I'm confused about kentucky Common!

Discussion in 'General Brewing Discussions' started by ACBEV, Jan 1, 2018.

  1. ACBEV

    ACBEV Active Member

    Joined:
    Jul 25, 2016
    Messages:
    217
    Likes Received:
    100
    Trophy Points:
    43
    Gender:
    Male
    Location:
    Berkshire - UK
    I try to broaden my beer making from time to time... Case in point "Kentucky Common", I've started to research with a view to maybe brewing some, but straight away the first two sources are contradictory!

    "Beer from the Expert's Viewpoint" by Arnold Spencer Wahl and Robert Wahl, 1937, page 153.
    Kentucky Common Beer. This type of beer is brewed with a top fermenting yeast and is handled thereafter similar to California Steam Beer. The beer is run directly from the fermenter into the trade package (barrels) and krausened, finings added and the barrels bunged and then delivered in this condition to the dispensing place where it is permitted to clarify before serving. The difference between the California Steam Beer and Kentucky Common Beer is in the type of yeast used: in the first, a bottom yeast, in the second, a top yeast. The Kentucky Common Beer yeast is developed from lager beer yeast by high fermenting temperatures. This yeast then develops a percentage of lactic acid organisms which cause the final brew to be somewhat tart to the taste, the whole having a particularly peculiar flavor which became quite popular in the Southern States. This beer is supplied mainly from Louisville, Kentucky. Common beer is brewed today using the common beer yeast but krausened in finishing tanks and then filtered. It is supplied in barrels and in bottles.​

    So, the above is what I read first. What I gleamed was a sour beer, top fermented type yeast at high temps (maybe a particular yeast) and an insight to process. Now bare in mind the above was written in 1937, so it was commercially available then.

    Then I read this...

    BJCP Kentucky Common
    OVERALL IMPRESSION
    A darker-colored, light-flavored, malt-accented beer with a dry finish and interesting character malt flavors. Refreshing due to its high carbonation and mild flavors, and highly sessionable due to being served very fresh and with restrained alcohol levels.
    COMMENTS
    Modern characterizations of the style often mention a lactic sourness or sour mashing, but extensive brewing records from the larger breweries at the turn of the century have no indication of long acid rests, sour mashing, or extensive conditioning. This is likely a modern homebrewer invention, based on the supposition that since indigenous Bourbon distillers used a sour mash, beer brewers must also have used this process. No contemporaneous records indicate sour mashing or that the beer had a sour profile; rather the opposite, that the beer was brewed as an inexpensive, present-use ale.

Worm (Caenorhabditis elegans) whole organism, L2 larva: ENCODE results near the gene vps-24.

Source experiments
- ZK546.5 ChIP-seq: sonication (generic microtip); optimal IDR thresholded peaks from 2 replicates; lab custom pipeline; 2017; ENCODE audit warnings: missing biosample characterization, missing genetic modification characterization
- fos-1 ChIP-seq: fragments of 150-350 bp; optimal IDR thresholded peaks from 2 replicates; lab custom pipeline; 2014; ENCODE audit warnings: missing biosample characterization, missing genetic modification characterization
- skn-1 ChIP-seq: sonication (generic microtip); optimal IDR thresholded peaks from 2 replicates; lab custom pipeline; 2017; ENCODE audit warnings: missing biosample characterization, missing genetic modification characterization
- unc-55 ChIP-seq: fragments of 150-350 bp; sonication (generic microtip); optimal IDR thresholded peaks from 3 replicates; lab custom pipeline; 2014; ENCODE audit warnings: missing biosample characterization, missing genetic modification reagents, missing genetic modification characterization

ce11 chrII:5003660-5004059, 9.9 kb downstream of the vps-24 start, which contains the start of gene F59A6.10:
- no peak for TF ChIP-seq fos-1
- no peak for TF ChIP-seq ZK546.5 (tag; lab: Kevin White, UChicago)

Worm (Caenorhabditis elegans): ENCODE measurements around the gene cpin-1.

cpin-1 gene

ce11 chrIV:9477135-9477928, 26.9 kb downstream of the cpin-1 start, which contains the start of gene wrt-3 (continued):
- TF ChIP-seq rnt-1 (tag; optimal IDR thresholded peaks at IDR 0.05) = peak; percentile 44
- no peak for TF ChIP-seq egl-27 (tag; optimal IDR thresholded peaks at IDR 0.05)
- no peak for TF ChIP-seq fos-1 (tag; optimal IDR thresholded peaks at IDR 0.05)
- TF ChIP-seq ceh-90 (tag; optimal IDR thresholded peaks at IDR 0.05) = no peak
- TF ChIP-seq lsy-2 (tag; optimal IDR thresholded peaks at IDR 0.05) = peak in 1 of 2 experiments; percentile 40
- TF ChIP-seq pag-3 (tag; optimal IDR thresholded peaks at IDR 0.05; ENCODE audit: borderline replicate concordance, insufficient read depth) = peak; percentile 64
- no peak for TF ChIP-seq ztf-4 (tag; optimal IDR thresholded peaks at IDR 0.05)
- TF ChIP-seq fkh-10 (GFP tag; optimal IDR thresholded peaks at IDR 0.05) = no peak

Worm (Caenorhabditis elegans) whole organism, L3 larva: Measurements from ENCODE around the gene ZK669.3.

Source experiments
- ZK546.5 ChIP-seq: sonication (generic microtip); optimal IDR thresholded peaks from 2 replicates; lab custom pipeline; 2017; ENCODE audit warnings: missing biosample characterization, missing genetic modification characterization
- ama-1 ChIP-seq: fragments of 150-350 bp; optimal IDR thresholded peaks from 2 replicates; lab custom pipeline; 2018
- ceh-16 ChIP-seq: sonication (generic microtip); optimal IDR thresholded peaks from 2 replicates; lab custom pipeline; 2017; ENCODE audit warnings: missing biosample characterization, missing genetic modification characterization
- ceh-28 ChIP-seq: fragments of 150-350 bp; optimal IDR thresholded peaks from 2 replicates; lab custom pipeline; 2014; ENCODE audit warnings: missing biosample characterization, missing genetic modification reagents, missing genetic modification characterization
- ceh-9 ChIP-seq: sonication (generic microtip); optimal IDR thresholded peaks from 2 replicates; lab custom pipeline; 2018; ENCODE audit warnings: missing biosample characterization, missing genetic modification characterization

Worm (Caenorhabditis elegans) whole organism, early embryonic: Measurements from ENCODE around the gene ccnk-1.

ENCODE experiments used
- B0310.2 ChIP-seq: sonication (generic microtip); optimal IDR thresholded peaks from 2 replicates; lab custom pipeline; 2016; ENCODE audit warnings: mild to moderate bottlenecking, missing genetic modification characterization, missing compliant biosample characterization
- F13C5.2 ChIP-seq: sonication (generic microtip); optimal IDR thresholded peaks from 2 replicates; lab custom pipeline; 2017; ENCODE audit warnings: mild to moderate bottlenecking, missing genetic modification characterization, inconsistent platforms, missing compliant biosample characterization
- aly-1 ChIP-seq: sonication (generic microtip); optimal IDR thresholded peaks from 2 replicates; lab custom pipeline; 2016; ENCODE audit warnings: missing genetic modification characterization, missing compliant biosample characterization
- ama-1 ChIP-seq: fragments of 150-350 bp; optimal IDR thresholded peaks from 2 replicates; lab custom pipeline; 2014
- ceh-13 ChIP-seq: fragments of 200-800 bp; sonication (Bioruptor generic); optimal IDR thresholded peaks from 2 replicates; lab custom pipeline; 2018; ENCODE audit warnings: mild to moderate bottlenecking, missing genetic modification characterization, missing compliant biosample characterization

HISTORY
    A true American original style, Kentucky Common was almost exclusively produced and sold around the Louisville Kentucky metropolitan area from some time after the Civil War up to Prohibition. Its hallmark was that it was inexpensive and quickly produced, typically 6 to 8 days from mash to delivery. The beer was racked into barrels while actively fermenting (1.020 – 1.022) and tightly bunged to allow carbonation in the saloon cellar. There is some speculation that it was a variant of the lighter common or cream ale produced throughout much of the East prior to the Civil War and that the darker grains were added by the mostly Germanic brewers to help acidify the typical carbonate water of the Louisville area, or that they had a preference for darker colored beers. Up until the late 19th century, Kentucky Common was not brewed in the summer months unless cellars, usually used for malting, were used for fermentation. With the advent of ice machines, the larger breweries were able to brew year round. In the period from 1900 to prohibition, about 75% of the beer sold in the Louisville area was Kentucky Common. With prohibition, the style died completely as the few larger breweries that survived were almost exclusively lager producers.
    INGREDIENTS
    Six-row barley malt was used with 35% corn grits to dilute the excessive protein levels along with 1 to 2% each caramel and black malt. Native American hops, usually about .2 pounds per barrel of Western hops for bittering and a similar amount of New York hops (such as Clusters) for flavor (15 minutes prior to knock out). Imported continental Saazer-type hops (.1 pounds per barrel) were added at knock out for aroma. Water in the Louisville area was typically moderate to high in carbonates. Mash water was often pre-boiled to precipitate the carbonate and Gypsum was commonly added. Considering the time from mash in to kegging for delivery was typically 6 to 8 days, clearly aggressive top-fermenting yeasts was used.